Bringing barriers down helps on road to peace
There was no more powerful symbol of the cold war than the Berlin Wall. When it fell 20 years ago today, the euphoria and excitement of East Germans as they streamed to the West was shared by a world weary of mistrust, threats and propaganda. The momentum grew and, domino-like, iron-fisted communist rule was replaced across Eastern Europe by democracy and capitalism. But the optimism of those days now seems long ago; the global peace that had been so longed for did not eventuate and amid cynicism, doubt and fear, physical and ideological walls remain in place or are being built.
The Berlin Wall was breached by people eager to escape the shackles of communism. They would not have been able to make their break for freedom had it not been for Mikhail Gorbachev, then the president of the Soviet Union. His dogged pushing of reforms across the Soviet bloc meant that police and soldiers did not open fire on crowds as they had done in Berlin in 1953, Hungary in 1956 and Prague in 1968; instead, they opened border gates.
Gorbachev's accepting of the reunification of Germany formally ended the Soviets' cold war with the US and its allies in October 1990. He realised that amid the momentum for change, a divided Germany could lead to regional instability. With the free movement of people and capital could come development. Only good could come from the bulldozing of the Berlin Wall.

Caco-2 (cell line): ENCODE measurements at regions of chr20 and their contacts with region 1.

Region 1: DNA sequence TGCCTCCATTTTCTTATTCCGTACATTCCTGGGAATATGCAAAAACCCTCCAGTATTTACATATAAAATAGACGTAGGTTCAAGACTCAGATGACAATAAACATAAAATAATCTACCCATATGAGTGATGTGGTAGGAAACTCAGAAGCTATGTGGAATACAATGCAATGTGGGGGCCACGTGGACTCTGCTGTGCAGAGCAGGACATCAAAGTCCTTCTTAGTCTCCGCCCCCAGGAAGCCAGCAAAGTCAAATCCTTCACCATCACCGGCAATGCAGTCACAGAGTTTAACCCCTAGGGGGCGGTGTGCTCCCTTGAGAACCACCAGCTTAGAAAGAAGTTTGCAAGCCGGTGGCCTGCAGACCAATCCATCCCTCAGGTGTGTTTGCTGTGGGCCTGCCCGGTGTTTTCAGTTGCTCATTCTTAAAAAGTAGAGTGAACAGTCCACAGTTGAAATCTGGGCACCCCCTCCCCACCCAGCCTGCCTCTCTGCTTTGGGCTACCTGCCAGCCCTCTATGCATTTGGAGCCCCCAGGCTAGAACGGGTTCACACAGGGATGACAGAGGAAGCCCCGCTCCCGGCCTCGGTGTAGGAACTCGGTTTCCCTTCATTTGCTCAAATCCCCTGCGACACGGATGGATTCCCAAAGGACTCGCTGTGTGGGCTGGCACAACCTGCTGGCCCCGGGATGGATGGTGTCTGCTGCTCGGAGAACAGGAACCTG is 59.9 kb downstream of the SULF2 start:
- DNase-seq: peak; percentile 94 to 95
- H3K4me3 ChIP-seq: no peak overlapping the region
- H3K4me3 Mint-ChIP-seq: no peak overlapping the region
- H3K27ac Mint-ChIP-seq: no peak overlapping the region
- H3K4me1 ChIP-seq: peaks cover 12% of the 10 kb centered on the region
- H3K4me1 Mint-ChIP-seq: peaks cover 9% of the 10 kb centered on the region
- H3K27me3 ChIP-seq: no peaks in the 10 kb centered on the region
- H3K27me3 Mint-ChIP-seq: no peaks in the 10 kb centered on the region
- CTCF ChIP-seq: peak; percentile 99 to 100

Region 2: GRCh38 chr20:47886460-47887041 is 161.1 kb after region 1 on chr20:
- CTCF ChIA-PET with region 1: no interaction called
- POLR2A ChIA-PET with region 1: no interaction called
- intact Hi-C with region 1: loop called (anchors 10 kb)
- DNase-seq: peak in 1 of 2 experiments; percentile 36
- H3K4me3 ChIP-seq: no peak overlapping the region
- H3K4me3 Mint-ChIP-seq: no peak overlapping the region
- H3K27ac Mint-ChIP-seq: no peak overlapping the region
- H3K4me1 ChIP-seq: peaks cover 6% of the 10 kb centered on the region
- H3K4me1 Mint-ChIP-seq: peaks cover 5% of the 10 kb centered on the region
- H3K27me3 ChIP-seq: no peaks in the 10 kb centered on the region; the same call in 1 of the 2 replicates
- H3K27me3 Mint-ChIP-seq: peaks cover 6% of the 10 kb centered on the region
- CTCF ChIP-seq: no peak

The lesson has since been too often ignored. Barriers continue to divide the two Koreas, India and Pakistan and Greek and Turkish Cypriots. New divides are being built. Israel since 2002 has been constructing what it calls a security fence separating it from the Palestinian West Bank. Tension between China and the US could, if not managed carefully, evolve into another cold war.
Barriers, whether physical or otherwise, create instability. Bringing them down leads to peace and mutual benefit. Global issues, such as trade, the environment and crime can only be effectively tackled through partnerships that promote good neighbourliness. The world sorely needs more Gorbachevs.